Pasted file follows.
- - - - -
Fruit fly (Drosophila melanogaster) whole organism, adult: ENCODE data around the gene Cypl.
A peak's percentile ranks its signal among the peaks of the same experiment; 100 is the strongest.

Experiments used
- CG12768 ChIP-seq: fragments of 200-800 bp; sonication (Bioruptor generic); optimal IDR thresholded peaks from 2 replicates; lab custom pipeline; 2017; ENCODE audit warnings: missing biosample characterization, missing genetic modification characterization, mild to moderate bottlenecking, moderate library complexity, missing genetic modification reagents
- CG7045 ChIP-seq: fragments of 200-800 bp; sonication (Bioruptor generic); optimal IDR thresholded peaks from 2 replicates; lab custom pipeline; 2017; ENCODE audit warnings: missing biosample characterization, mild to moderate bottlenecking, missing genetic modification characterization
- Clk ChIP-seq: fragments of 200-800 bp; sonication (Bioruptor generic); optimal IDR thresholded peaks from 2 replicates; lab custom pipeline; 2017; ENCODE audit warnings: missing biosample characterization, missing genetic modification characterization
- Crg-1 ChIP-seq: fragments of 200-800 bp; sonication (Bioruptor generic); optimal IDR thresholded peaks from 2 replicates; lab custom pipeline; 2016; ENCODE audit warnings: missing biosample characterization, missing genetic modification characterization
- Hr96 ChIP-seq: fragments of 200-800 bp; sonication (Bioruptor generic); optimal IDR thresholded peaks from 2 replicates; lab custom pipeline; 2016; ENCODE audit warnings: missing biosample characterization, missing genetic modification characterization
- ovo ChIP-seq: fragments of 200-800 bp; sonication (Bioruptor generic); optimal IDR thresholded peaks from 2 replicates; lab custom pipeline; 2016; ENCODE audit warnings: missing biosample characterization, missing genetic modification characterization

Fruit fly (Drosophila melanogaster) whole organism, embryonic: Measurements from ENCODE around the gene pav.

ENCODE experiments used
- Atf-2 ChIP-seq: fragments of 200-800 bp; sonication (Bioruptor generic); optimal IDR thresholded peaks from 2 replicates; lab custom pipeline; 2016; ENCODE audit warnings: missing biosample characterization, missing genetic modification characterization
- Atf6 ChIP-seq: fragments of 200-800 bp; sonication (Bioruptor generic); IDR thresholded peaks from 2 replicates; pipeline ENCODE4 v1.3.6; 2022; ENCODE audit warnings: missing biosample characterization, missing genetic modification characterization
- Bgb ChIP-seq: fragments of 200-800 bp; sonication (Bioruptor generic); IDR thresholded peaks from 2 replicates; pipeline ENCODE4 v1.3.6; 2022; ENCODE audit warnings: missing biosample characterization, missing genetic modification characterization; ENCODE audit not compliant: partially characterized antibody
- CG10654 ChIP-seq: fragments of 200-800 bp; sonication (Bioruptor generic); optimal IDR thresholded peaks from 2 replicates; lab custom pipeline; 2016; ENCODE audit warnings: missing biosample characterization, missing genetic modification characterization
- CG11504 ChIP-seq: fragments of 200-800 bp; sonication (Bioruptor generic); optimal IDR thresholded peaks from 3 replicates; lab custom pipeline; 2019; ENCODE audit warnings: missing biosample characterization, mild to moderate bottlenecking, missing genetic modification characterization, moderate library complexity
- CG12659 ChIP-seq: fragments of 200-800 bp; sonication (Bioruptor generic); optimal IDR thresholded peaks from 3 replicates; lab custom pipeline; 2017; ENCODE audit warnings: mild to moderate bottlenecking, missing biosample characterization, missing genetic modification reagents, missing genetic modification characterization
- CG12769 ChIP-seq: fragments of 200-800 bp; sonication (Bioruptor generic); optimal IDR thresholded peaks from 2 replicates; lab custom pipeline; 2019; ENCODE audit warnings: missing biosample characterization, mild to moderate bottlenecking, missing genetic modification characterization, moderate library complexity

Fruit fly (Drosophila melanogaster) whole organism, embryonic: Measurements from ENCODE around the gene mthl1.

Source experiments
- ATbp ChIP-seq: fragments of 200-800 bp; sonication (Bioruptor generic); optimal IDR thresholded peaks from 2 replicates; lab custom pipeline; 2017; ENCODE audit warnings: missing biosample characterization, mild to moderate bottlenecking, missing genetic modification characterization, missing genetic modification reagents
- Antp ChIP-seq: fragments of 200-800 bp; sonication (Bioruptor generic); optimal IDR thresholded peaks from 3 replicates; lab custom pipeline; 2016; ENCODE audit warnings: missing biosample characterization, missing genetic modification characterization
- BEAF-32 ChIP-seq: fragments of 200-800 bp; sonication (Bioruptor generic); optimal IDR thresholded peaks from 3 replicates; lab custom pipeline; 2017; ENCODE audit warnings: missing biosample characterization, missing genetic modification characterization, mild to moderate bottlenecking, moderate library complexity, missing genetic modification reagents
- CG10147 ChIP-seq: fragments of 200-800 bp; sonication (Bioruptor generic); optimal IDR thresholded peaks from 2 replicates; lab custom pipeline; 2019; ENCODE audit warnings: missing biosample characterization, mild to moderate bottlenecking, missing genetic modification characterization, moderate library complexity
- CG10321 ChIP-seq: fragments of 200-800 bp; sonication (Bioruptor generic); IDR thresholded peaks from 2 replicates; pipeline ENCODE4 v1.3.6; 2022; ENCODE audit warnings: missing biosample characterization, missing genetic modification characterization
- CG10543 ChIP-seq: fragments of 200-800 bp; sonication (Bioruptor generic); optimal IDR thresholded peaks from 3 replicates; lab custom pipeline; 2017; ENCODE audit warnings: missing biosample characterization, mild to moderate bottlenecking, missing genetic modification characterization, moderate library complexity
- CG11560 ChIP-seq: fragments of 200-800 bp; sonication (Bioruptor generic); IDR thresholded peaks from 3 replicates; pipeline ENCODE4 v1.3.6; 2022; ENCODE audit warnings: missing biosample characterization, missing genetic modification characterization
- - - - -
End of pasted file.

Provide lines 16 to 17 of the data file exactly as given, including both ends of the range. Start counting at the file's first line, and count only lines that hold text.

- CG11504 ChIP-seq: fragments of 200-800 bp; sonication (Bioruptor generic); optimal IDR thresholded peaks from 3 replicates; lab custom pipeline; 2019; ENCODE audit warnings: missing biosample characterization, mild to moderate bottlenecking, missing genetic modification characterization, moderate library complexity
- CG12659 ChIP-seq: fragments of 200-800 bp; sonication (Bioruptor generic); optimal IDR thresholded peaks from 3 replicates; lab custom pipeline; 2017; ENCODE audit warnings: mild to moderate bottlenecking, missing biosample characterization, missing genetic modification reagents, missing genetic modification characterization